According to Engels, Brahma -- which had already set up a joint-venture malt processing plant, Maltería Pampa, in 1992 -- now enjoys a 4.5% market share throughout Argentina, though its share in Buenos Aires is around 8%. Engels added that Quinsa's advertising agency in Argentina is J. Walter Thompson, though he declined to say how much the company spends on promotion because of "competitive reasons."
Locally, Quinsa's brands include Quilmes Cristal, Bock, Andes, Norte and Palermo. Its newest brand, the non-alcoholic Liberty, sold 177,000 hectoliters last year and has a 99% market share. In Paraguay, Quinsa's Bremer, Pilsen, Tradicional, Pilsen Dorada and Baviera beer brands enjoy a 65% market share, while in Uruguay that share is 51%, in Bolivia 35% and in Chile 13%. All told, the company has five breweries in Argentina, two in Paraguay, one in Uruguay, one in Chile and two in Bolivia.
Recently, Quinsa announced it would invest $48 million to enter the 1.6 million-hectoliter beer market. Engels said the company's two brands, Ducal and Taquiña, are likely to enjoy a 35% share of the 1.6 million hectoliter local market once they're intro-duced to Bolivia, whose current beer consumption of 23 liters per-capita is among the lowest in South America and has plenty of room to grow. "We can really bring something to the table," he said. "Paraguay has been a very profitable business for us, and Bolivia has twice the population of Paraguay."
As part of its investment, Quinsa has acquired 54.6% of Incesa, a Bolivian holding company which owns 99.43% of Cervecería Santa Cruz (in the city of Santa Cruz de la Sierra) and 85% of Taquiña (in the city of Cochabamba). Outgoing shareholders, whom Engels declined to identify, will remain minority partners in Incesa. According to Engels, the two companies employ about 1,000 people. Santa Cruz has a technical capacity of 520,000 hectoliters a year, while Taquiña's annual capacity is 770,000 hectoliters.
Furthermore, Taquiña owns 50% of a brewery in Santa Cruz, with an additional capacity of 300,000 hectoliters; the other half is owned by third parties.
With an 85% market share in its franchise territories, Quinsa is also the leader in the Paraguayan soft-drink market; bottling and distribution of Coca-Cola products there generated $111.9 million last year. The rest of Quinsa's sales consists mainly of bottled water, set to increase with the launch of a mineral-water brand labeled "Eco de los Andes." Paraguay, said Engels, is the "fastest-growing beer market in Latin America," with annual growth there averaging 14.5% over the past five years.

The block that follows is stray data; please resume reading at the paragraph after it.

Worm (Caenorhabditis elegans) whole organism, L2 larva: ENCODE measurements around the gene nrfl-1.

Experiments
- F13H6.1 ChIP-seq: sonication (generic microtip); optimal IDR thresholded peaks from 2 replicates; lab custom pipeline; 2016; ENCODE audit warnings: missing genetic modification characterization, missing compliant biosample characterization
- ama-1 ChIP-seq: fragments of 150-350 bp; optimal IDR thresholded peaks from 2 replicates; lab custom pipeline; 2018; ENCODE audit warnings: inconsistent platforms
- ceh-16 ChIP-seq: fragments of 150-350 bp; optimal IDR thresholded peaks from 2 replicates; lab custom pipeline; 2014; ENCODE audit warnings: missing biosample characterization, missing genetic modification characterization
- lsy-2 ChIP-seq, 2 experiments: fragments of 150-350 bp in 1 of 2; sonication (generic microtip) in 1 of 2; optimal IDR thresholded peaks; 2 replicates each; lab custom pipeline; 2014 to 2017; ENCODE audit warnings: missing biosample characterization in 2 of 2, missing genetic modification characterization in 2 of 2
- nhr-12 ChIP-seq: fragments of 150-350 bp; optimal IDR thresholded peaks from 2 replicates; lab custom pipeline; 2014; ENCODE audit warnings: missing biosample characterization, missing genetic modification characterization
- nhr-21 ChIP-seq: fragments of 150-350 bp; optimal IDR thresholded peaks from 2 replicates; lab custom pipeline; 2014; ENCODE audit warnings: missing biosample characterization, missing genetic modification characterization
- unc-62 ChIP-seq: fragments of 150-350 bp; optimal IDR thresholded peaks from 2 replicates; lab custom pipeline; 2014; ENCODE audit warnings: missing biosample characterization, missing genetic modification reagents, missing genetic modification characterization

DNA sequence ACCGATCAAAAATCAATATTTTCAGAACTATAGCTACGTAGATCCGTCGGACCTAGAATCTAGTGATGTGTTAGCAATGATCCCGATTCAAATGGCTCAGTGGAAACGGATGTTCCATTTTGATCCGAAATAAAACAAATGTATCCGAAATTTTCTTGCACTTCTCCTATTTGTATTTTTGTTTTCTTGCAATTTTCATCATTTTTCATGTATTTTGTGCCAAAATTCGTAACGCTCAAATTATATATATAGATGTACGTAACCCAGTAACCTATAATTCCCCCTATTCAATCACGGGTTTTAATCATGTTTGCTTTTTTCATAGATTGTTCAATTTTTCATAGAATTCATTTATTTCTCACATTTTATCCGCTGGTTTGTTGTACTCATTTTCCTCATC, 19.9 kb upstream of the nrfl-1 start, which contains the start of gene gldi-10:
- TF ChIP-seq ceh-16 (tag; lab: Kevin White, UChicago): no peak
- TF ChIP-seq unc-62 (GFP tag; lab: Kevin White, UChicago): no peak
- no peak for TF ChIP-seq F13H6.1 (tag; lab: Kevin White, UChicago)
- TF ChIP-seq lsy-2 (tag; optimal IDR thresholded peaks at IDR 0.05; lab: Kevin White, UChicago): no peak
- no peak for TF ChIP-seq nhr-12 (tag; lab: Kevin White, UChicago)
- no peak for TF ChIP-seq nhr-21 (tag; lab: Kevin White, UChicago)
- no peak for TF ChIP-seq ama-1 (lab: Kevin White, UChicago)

Interestingly, per-capita beer consumption in Argentina stands at 34.5 liters, still lower than the country's 40 liters of per-capita wine consumption. But not that long ago, the average Argentine drank 90 liters of wine a year. Undoubtedly, heavy advertising by Quinsa has had a lot to do with the drop in wine consumption.
"Our efforts to create a young image for beer have pushed people to drink beer rather than wine," Engels explained. "We've been able to capitalize on the fact that people are drinking fewer alcoholic beverages than before. People don't drink for the sake of getting drunk."
Engels added that the company has invested $380 million since 1992 in "new capacity, restoration of old plants and other capital expenditures," and has managed to boost production while reducing its total workforce from 6,500 to the present 5,200.
Antonio Fovakis, manager of the Argentine Beer Industry Association in Buenos Aires, told Impact that Argentina's difficulties -- sparked by the 1994 Mexican peso crisis and the resulting "tequila effect" -- definitely hurt his members.
"The market is stable because of the tequila effect," he said. "We had a recession, and the beer manufacturers didn't escape it. Sales dropped. Now, we're recuperating."
Quinsa's chief executive, Norberto O. Morita, agrees with that assessment.
"The economic downturns which took place in Argentina, Paraguay and Uruguay have continued to hamper volumes and, as a result, affect operating margins during the first half of 1996," Morita said in a recent press statement.
"We anticipate that economic growth, one of the driving factors to strengthen demand for Quinsa's products, should resume in the second half of 1996 which, with a broadened product portfolio and strengthened competitive position, should fuel both volume and profit growth," he added. "We have begun to see signs of what we believe may prove to be the beginning of an economic recovery and we remain optimistic of the company's prospects throughout the rest of 1996 and beyond."